Judge Upholds Law Allowing Michigan Commission To Permit Wolf Hunting
MARQUETTE (AP) - The Michigan Court of Claims has upheld a law empowering an appointed panel to allow hunting of wolves.
The state Legislature approved the Scientific Fish and Wildlife Conservation Act last August. It gave the Michigan Natural Resources Commission the authority to classify animals as game species. The commission already had given wolves that designation, which led to the state's first authorized wolf hunt in 2013.
The law nullified two citizen votes last fall that would have prevented wolf hunts. A group called Keep Michigan Wolves Protected filed suit, saying the law violated the Michigan Constitution.
In a ruling issued Friday, Court of Claims Judge Mark T. Boonstra disagreed, writing that the group's suit "fails to state a claim upon which relief may be granted." He said the court was not taking a position on whether wolves should be hunted or not.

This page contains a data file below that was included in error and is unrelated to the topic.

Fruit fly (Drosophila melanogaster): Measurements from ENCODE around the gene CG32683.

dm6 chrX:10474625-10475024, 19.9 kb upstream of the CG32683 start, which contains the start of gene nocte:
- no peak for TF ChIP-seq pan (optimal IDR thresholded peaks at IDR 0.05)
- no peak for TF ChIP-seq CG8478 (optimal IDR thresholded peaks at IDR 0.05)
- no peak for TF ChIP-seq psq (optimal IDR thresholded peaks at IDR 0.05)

"That policy judgment is properly left to the Legislature and the people of the state of Michigan," Boonstra said. "Rather, the sole question before this court is whether the legislative enactment in question violates the Michigan Constitution as alleged."
A state spokesman praised the ruling.
"The citizen-initiated law gives authority to the Natural Resources Commission to regulate sport fishing in Michigan, aligning with the NRC's authority to regulate the taking of game," John Pepin, a Department of Natural Resources spokesman in Marquette, told The Mining Journal. "The act gives the NRC the authority to name game species. All of this supports sound scientific management of natural resources in Michigan."
The Michigan United Conversation Clubs, a leading hunting and fishing group, also praised the decision.
"The court recognized that the Scientific Fish and Wildlife Conservation Act was about just what its title says, managing fish, wildlife and their habitats with sound science," spokesman Drew YoungeDyke said in a statement.
The wolf protection group said it will appeal.
"The judge was clearly hostile to our case, and did not seriously address the key issues of the complaint," said Keep Michigan Wolves Protected Director Jill Fritz. "We have good legal arguments and our next step will be to the Court of Appeals."
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